Update from Dean Barbara Bass
Dear Fellow Alumni,
First and foremost, I hope you and your loved ones are faring well during this unprecedented time in our nation. Those of us in the health care field, especially frontline health care providers, have been particularly impacted by this pandemic, and it will likely take some time for us all to process what we have witnessed.
I have been serving as dean of the GW School of Medicine and Health Sciences and chief executive officer of The GW Medical Faculty Associates for almost six months. I can honestly say it hasn’t been exactly what I expected, but certainly an adventure with many challenges and opportunities.
I want to thank each of you for your support. I have been impressed by the level of care that you have given to our greater community, especially as the pandemic has affected all of our lives. Your emails, calls, and donations have shown me that the GW community is genuinely committed to our mission and each other. We set up a COVID-19 Response Fund several months ago, and it has provided resources for our residents, students, and faculty. I am very grateful to all who contributed to these efforts and other philanthropic priorities like student scholarships.
On March 15, we made the difficult decision to pull our students out of the clinics and transitioned to online learning, as we knew that COVID-19 was heading toward us at a rapid pace, and we wanted to keep our students safe. During that time, our staff and faculty had to take a mostly in-person, tactile program and quickly develop a meaningful online curriculum that enabled our students to continue to learn as they pursued their goals of becoming doctors and health care professionals. It was an impressive accomplishment, and I am grateful to those faculty and staff members who made that happen.
I am equally proud of and grateful to our students who lived through this process. Our students also faced these challenging times with open minds and a strong desire to serve. Many students volunteered at testing sites, provided childcare serves to those on the frontlines, called seniors citizens to offer comfort and companionship while social distancing, and supported research efforts.
The COVID-19 pandemic also disrupted our traditions of Commencement on the National Mall and our program graduations in Lisner Auditorium. As a community, I believe we developed creative virtual celebrations that were special and memorable. To our newly graduated students, please know that we are extremely proud of your resilience, and we are thrilled to welcome you to the GW SMHS alumni community.
During the last several months, we have faced some trying times, and the road ahead is clear, as many states are seeing an uptick in COVID-19 cases. We are learning how to live with COVID in our midst. That said, we feel confident that we have created a safe environment for our workforce, our patients, and our returning students.
On June 8, we brought back our fourth-year medical students to resume their clinical education. Later this month, a larger student cohort, including the medical class of 2022 and students studying to be physician assistants, physical therapists, and other health sciences fields will resume their clinical training. I am pleased to share that our incoming student population is comparable in numbers to prior years. I do envision an ongoing model of education that will include online components where possible. Keeping some learning online will also open up possibilities for interdisciplinary learning and collaboration between different student and faculty populations. Our researchers are gradually returning to continue in their roles of discovery, including those pursuing a vaccine for COVID-19. We will continue to monitor and make adjustments when necessary to ensure the safety of our students, faculty, and staff as we resume more in-person clinical education and research activities.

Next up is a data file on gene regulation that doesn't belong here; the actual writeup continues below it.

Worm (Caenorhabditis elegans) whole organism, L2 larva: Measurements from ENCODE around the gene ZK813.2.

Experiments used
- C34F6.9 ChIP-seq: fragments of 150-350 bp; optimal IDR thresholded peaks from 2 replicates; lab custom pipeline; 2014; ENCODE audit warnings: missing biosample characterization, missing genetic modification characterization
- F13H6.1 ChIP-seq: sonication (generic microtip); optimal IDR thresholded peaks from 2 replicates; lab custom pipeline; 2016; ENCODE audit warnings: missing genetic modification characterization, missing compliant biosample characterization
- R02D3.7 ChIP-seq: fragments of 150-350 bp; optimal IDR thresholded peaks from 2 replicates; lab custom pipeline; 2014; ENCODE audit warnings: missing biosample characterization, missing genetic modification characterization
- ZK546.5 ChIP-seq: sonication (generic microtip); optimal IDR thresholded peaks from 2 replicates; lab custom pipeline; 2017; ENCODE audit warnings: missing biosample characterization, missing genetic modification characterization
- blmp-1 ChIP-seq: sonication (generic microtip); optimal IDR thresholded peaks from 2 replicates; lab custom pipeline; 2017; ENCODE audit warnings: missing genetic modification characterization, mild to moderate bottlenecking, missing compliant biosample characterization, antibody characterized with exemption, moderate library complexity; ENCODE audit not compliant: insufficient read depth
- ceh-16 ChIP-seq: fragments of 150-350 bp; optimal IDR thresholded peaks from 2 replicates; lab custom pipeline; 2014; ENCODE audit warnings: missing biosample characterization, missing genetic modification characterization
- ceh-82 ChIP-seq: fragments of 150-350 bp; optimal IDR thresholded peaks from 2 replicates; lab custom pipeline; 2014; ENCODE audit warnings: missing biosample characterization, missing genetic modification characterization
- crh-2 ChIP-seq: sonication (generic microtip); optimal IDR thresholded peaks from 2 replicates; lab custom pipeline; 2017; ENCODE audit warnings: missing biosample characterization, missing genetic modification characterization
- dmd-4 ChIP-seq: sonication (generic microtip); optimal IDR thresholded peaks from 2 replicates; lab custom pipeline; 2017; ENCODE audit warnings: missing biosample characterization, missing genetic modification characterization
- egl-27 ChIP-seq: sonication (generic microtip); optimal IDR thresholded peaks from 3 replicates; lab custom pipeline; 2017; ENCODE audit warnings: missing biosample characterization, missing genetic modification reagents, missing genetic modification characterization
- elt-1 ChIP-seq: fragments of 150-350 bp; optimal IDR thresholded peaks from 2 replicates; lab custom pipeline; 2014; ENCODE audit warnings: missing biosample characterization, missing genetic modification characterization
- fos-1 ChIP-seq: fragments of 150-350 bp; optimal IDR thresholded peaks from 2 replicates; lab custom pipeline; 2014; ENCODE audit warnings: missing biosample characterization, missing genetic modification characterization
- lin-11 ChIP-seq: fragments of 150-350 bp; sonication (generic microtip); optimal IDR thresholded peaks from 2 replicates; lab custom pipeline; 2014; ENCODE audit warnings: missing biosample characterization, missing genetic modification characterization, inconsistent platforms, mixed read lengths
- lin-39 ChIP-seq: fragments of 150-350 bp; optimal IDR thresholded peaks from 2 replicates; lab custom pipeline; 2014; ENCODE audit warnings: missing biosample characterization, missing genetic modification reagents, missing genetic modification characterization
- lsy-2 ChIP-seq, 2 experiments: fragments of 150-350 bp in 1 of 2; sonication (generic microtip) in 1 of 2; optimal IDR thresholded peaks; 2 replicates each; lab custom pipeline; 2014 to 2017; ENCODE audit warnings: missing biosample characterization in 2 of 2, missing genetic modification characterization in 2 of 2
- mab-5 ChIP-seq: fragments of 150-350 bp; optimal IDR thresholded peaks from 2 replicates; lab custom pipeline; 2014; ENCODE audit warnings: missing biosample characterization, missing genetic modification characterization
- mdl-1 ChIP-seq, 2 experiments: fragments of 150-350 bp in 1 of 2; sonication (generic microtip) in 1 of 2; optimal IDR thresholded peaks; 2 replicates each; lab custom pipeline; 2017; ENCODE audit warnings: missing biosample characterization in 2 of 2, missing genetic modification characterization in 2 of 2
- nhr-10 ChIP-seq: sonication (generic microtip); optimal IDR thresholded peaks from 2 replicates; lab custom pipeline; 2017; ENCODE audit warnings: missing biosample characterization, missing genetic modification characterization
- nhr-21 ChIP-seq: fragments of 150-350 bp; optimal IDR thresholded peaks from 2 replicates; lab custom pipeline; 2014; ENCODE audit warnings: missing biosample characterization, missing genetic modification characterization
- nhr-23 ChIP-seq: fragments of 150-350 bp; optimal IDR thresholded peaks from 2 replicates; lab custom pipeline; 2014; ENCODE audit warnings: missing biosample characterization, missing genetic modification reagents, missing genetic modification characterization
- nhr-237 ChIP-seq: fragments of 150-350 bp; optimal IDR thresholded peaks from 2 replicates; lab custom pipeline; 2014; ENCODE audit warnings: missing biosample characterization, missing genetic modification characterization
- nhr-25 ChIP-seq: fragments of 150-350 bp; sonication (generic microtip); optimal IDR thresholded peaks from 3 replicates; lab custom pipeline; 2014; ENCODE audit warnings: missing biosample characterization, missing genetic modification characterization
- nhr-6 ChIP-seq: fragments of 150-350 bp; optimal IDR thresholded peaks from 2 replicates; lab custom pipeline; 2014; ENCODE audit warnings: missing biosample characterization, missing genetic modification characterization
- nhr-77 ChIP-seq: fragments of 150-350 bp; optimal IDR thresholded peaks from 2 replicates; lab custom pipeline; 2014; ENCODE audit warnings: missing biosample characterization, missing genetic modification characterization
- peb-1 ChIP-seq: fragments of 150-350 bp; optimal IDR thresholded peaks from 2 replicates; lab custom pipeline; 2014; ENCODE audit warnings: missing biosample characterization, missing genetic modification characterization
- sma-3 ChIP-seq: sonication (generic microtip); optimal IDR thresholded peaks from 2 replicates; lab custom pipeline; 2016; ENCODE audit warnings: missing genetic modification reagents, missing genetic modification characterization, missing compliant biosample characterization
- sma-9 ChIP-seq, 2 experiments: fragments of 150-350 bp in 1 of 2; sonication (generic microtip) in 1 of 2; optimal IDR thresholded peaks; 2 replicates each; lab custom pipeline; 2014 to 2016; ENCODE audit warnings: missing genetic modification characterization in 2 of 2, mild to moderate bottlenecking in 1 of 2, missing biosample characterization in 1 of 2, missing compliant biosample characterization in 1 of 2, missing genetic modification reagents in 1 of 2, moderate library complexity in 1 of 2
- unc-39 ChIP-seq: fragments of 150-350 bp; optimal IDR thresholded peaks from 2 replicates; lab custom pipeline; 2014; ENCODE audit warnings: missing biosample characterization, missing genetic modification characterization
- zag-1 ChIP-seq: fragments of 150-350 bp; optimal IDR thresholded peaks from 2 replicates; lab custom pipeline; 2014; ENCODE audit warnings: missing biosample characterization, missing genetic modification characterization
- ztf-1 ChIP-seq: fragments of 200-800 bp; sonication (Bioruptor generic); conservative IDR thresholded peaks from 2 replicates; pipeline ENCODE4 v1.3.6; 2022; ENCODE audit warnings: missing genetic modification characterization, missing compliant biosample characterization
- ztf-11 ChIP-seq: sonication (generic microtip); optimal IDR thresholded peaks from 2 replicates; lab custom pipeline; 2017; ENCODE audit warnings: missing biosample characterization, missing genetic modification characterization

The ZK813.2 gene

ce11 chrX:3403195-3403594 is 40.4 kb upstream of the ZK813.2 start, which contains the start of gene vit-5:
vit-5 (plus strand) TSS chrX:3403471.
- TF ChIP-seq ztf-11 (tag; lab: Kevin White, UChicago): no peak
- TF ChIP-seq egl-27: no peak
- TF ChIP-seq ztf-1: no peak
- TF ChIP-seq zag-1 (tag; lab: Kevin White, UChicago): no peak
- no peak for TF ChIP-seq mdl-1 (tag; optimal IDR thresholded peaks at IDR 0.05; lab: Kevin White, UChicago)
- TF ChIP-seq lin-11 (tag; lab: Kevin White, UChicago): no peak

I am also excited to report that GW’s medical enterprise also adapted well to the pandemic. Since March, we have treated 1,300 COVID-19 patients, established a virus biorepository for future investigation, and launched clinical trials for treatment and vaccine development. Additionally, the medical enterprise quickly ramped up its telehealth services, providing 40 – 50 percent of ongoing clinical care to patients through this platform. Even as new phases reduce movement restrictions, I believe that telehealth will remain a key component of our offering. Telehealth provides convenience to our current patients and an opportunity to deliver desperately needed health care in underserved communities.
The pandemic is not the only significant event we face as a medical profession. We are at the nexus of the public health crisis of racism and equality – a societal problem that we have faced for many years but have not been able to overcome. The events surrounding the death of George Floyd have had a profound impact on our society as a whole and our GW community. We are working on these issues together. We are committed to change and evolution in our community and to catalyzing change across the nation. To start this process, we have created the Anti-Racism Coalition, which is dedicated to making anti-racism part of the fabric of our culture at GW SMHS.
As you can see, there is much happening at the school and the GW medical enterprise. We will continue to navigate in a world that is perpetually changing, evolving, and – it is my hope – growing to be more equitable.
I look forward to connecting with you more often over the next six months. I appreciate your support, and I invite you to get involved.
Barbara L. Bass, MD, RESD ‘86
Vice President for Health Affairs
Dean, GW School of Medicine and Health Sciences
CEO, The GW Medical Faculty Associates